Another way that the search engine spiders can categorize an image is through reading the text in the image name. For example, in the example code above, the image name is “keyword-rich-image-name.jpg” and could possibly show up in a theoretical image search for the keyword phrase “keyword rich image.” If an image is optimized for appearing in a Google Image Search, it may also appear in something called Universal Search. A search resulting in a Universal Search would result in a Search Engine Results Page (SERP) that shows results Google has pulled from Image Search, Video search, and other available searches that are relevant to the searched keyword phrase. Most recently, Google has unveiled the Google Knowledge Graph which may also pull images into a new type of search result. Keep reading MoreVisibility’s SEO blog for updates on Google Knowledge Graph.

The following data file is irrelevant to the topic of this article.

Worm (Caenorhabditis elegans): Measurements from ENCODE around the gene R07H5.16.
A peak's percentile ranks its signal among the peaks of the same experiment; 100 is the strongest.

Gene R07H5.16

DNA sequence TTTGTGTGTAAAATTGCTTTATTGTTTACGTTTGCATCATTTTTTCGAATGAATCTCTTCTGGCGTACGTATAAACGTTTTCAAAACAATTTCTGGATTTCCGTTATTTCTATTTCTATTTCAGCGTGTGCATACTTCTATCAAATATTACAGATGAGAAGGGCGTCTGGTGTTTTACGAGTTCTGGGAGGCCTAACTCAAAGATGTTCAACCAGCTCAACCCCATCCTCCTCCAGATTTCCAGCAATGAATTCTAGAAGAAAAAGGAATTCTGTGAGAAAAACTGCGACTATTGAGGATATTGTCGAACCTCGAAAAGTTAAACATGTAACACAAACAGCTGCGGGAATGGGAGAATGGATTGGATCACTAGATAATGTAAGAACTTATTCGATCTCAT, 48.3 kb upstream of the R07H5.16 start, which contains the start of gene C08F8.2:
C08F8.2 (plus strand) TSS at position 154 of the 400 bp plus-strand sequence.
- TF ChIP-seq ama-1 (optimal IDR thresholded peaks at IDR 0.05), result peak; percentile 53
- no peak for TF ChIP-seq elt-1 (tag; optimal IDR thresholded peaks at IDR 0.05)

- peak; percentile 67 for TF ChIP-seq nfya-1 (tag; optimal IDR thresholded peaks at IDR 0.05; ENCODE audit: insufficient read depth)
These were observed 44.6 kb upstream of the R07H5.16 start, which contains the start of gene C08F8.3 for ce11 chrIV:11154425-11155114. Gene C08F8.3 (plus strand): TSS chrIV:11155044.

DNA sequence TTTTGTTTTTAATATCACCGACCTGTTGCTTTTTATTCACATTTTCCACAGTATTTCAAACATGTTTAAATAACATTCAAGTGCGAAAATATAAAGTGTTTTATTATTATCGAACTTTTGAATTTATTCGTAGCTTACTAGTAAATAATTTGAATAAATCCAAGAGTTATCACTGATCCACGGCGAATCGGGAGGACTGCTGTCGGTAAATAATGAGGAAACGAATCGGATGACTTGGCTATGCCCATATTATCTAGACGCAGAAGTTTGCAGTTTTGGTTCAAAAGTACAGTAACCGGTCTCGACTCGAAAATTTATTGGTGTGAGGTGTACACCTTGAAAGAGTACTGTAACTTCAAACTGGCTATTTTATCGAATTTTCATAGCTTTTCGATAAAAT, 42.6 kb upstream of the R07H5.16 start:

Optimizing images is an important factor in SEO as well as website design and development. The main takeaways here are:
Added Note: Make sure that the images, alt tags, and image names are all relevant to the page they are included on, otherwise the search engine spider may not consider them relevant and choose not to display them in search results for certain queries.
Using the above suggestions will hopefully improve the search engine rankings of your images for your targeted keywords and allow search engine spiders to crawl your code and “see” the full representation of your website.